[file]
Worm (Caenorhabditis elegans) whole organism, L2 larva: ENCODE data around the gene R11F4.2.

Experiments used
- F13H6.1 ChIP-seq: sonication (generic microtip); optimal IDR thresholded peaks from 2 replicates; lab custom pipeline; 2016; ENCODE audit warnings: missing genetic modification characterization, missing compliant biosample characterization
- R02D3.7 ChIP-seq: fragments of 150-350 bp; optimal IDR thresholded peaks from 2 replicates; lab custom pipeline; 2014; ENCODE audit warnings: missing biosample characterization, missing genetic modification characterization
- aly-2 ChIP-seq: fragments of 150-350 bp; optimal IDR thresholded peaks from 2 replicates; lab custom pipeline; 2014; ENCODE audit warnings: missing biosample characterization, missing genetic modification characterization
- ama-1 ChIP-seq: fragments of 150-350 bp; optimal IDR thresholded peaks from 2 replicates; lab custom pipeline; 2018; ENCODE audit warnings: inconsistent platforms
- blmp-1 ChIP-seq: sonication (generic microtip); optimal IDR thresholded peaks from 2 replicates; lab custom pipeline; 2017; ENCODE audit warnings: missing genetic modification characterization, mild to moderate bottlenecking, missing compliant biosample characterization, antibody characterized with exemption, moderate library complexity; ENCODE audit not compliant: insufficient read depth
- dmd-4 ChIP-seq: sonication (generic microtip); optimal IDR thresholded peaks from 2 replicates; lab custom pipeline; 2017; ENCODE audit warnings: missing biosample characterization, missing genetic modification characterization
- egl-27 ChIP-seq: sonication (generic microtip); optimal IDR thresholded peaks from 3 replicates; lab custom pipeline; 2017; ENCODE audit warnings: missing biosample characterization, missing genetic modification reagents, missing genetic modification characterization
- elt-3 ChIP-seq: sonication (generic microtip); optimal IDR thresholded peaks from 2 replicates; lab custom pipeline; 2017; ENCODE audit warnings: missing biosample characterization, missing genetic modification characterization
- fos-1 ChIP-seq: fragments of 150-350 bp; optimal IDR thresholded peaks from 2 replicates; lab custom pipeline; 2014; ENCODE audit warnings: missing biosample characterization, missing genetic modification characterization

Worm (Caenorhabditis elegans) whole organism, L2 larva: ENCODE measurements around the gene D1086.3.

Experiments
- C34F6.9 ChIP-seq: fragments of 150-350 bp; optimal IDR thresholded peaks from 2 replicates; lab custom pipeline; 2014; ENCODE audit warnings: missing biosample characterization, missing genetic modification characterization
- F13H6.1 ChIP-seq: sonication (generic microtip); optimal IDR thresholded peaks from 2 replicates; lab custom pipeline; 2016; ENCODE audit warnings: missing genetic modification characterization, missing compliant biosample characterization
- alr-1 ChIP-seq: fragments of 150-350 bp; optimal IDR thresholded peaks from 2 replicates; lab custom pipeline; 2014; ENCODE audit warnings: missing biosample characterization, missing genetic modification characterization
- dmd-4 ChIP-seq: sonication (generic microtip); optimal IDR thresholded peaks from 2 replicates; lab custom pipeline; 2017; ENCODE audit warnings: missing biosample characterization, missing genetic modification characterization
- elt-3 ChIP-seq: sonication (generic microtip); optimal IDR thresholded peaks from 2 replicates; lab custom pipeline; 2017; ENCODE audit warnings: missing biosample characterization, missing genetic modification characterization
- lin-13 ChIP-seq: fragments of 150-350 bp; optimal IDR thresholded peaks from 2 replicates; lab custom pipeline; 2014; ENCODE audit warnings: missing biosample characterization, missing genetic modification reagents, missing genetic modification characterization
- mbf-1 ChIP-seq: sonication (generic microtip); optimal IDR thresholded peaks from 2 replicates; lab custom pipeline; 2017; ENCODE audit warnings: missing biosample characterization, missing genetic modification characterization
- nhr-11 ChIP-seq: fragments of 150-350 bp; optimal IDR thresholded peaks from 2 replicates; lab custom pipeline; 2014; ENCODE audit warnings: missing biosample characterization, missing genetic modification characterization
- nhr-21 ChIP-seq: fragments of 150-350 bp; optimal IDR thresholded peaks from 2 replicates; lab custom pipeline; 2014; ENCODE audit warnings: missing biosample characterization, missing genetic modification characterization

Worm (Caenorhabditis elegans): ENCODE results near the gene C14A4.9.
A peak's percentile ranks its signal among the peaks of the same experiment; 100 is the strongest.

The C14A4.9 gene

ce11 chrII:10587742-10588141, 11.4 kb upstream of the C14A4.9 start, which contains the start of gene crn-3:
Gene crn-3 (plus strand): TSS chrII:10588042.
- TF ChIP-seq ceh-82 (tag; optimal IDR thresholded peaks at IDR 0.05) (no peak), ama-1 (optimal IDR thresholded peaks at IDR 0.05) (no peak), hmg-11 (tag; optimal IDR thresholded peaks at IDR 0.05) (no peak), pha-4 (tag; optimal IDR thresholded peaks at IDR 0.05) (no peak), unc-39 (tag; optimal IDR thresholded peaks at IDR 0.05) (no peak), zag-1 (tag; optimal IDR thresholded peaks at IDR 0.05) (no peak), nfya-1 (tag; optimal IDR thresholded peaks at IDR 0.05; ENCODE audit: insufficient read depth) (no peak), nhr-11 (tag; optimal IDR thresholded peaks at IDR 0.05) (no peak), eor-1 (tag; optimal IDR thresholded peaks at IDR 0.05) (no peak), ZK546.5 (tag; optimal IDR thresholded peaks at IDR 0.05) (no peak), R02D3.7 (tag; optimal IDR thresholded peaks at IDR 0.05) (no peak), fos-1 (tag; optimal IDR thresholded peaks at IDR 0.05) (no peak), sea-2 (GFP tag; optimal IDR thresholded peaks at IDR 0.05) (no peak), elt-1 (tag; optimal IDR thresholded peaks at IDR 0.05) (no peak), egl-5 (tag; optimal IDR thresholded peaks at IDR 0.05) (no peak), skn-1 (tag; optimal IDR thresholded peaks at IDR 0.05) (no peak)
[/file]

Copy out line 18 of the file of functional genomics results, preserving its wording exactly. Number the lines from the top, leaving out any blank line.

- elt-3 ChIP-seq: sonication (generic microtip); optimal IDR thresholded peaks from 2 replicates; lab custom pipeline; 2017; ENCODE audit warnings: missing biosample characterization, missing genetic modification characterization